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City Incentivizes Car 'Connected' Technology for Study


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Connected cars on the highway.

A program approved by the Columbus, OH, City Council will equip 1,300 privately owned vehicles with "connected" technology.

Credit: Shutterstock

The Columbus, OH, City Council has approved a program that will ask 1,300 residents to equip their cars and trucks with "connected" technology that allows vehicles to communicate with each other and with traffic signals.

Residents selected to participate in the test will receive a series of five gift cards totaling $300 to encourage them not to drop out of the study.

As part of the "Connected Vehicle Environment" research program, on-board devices will be installed on public and private vehicles so they receive in-vehicle alerts such as blind-spot detection and rear-end collision warnings.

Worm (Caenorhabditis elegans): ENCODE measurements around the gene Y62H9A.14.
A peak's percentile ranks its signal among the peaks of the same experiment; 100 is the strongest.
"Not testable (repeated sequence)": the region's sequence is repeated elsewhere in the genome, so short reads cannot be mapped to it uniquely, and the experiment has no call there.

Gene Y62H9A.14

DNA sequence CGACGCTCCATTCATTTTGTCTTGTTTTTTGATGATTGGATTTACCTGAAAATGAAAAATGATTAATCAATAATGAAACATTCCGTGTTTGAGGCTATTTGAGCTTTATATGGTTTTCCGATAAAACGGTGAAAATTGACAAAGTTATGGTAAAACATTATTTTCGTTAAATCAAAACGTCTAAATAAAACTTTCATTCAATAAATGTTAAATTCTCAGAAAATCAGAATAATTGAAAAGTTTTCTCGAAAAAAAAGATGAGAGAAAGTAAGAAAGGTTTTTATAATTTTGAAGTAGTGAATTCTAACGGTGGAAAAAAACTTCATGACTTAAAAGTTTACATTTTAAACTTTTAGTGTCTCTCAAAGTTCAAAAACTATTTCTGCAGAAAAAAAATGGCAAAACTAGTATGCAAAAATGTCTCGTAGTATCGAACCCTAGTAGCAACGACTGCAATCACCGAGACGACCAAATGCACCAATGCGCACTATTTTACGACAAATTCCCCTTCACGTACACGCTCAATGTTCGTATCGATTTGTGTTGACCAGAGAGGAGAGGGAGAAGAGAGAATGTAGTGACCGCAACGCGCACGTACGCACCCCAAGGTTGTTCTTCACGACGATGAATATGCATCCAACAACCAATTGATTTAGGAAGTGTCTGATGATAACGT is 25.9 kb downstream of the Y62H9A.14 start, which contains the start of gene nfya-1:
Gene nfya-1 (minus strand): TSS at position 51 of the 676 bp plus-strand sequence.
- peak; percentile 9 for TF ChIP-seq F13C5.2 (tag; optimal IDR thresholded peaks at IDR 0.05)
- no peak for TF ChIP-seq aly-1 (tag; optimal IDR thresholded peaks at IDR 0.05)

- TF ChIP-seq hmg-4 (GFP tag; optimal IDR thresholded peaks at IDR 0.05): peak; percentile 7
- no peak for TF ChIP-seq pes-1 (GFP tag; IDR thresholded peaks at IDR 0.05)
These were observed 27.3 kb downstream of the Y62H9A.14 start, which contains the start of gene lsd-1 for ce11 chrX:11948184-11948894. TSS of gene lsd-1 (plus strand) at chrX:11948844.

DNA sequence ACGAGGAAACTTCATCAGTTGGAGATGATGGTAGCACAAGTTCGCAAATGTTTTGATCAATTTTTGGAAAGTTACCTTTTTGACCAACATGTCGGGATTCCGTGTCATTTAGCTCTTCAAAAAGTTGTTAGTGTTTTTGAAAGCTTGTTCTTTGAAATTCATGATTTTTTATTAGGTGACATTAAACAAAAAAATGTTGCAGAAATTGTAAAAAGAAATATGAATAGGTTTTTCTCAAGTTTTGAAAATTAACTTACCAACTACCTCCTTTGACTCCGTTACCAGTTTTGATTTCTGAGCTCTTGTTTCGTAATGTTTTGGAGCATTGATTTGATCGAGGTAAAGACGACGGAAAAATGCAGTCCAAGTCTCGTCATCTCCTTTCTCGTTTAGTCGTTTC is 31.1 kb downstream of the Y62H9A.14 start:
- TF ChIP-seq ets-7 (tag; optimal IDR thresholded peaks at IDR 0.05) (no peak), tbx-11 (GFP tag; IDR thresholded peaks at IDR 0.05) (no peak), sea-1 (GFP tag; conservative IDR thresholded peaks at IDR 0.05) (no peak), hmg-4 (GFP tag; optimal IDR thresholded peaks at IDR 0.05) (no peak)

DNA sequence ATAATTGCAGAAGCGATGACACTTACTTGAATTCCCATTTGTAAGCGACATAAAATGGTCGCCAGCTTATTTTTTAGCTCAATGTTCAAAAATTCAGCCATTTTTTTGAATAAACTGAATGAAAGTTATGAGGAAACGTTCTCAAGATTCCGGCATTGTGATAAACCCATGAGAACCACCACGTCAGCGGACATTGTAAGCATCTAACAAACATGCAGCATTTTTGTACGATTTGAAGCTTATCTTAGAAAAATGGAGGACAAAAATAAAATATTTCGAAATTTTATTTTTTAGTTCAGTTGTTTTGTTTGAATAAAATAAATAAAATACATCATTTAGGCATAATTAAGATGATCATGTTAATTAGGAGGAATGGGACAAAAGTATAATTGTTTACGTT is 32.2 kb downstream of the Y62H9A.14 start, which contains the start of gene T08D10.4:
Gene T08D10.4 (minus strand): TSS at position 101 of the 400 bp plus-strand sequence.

In addition, the on-board units allow vehicles to communicate with traffic signals and other roadway infrastructure to provide alerts, such as red-light violation warnings.

The study aims to test how vehicles can communicate with 77 new wired traffic signals along stretches of three roads that have some of the highest collision rates in the city.

From Governing
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